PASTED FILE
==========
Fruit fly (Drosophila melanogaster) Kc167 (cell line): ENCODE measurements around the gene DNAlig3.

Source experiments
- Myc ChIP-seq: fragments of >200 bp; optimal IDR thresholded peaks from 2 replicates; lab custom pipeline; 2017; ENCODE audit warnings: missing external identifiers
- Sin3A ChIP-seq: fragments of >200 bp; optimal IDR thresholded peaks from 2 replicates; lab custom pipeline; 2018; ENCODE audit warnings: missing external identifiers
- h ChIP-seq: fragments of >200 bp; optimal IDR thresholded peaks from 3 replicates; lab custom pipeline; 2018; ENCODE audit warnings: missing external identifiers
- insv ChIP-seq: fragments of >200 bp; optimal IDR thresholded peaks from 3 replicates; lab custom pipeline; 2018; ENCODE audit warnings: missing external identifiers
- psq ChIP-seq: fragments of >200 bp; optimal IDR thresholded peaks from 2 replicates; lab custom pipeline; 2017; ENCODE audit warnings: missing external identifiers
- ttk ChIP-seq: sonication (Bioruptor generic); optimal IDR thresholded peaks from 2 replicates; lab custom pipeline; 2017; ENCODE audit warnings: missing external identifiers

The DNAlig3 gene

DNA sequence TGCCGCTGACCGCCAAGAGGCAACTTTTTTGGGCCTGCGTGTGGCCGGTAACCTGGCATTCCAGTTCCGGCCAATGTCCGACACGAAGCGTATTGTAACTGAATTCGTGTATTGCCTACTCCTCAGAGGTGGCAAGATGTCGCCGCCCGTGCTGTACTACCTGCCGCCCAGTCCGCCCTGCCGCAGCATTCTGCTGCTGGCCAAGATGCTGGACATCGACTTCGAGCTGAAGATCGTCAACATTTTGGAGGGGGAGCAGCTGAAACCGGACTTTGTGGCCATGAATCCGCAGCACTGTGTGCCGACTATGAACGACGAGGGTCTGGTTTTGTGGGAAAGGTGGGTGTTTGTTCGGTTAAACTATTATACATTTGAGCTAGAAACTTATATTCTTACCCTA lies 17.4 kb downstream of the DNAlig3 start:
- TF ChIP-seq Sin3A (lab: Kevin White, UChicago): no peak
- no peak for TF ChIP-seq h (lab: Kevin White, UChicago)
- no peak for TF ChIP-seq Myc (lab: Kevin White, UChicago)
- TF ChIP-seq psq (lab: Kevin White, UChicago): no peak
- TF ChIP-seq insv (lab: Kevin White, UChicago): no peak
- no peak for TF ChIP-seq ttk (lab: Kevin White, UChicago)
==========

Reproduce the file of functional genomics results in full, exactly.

Fruit fly (Drosophila melanogaster) Kc167 (cell line): ENCODE measurements around the gene DNAlig3.

Source experiments
- Myc ChIP-seq: fragments of >200 bp; optimal IDR thresholded peaks from 2 replicates; lab custom pipeline; 2017; ENCODE audit warnings: missing external identifiers
- Sin3A ChIP-seq: fragments of >200 bp; optimal IDR thresholded peaks from 2 replicates; lab custom pipeline; 2018; ENCODE audit warnings: missing external identifiers
- h ChIP-seq: fragments of >200 bp; optimal IDR thresholded peaks from 3 replicates; lab custom pipeline; 2018; ENCODE audit warnings: missing external identifiers
- insv ChIP-seq: fragments of >200 bp; optimal IDR thresholded peaks from 3 replicates; lab custom pipeline; 2018; ENCODE audit warnings: missing external identifiers
- psq ChIP-seq: fragments of >200 bp; optimal IDR thresholded peaks from 2 replicates; lab custom pipeline; 2017; ENCODE audit warnings: missing external identifiers
- ttk ChIP-seq: sonication (Bioruptor generic); optimal IDR thresholded peaks from 2 replicates; lab custom pipeline; 2017; ENCODE audit warnings: missing external identifiers

The DNAlig3 gene

DNA sequence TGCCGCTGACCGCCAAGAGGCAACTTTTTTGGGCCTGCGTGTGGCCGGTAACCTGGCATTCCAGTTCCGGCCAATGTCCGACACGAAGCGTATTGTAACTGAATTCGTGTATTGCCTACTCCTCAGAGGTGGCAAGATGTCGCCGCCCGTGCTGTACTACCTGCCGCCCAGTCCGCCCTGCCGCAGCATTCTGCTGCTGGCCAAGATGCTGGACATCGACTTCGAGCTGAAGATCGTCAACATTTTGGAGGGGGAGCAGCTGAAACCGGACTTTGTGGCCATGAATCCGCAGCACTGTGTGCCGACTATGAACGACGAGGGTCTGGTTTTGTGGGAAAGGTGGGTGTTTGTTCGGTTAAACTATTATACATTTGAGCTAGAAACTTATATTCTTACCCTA lies 17.4 kb downstream of the DNAlig3 start:
- TF ChIP-seq Sin3A (lab: Kevin White, UChicago): no peak
- no peak for TF ChIP-seq h (lab: Kevin White, UChicago)
- no peak for TF ChIP-seq Myc (lab: Kevin White, UChicago)
- TF ChIP-seq psq (lab: Kevin White, UChicago): no peak
- TF ChIP-seq insv (lab: Kevin White, UChicago): no peak
- no peak for TF ChIP-seq ttk (lab: Kevin White, UChicago)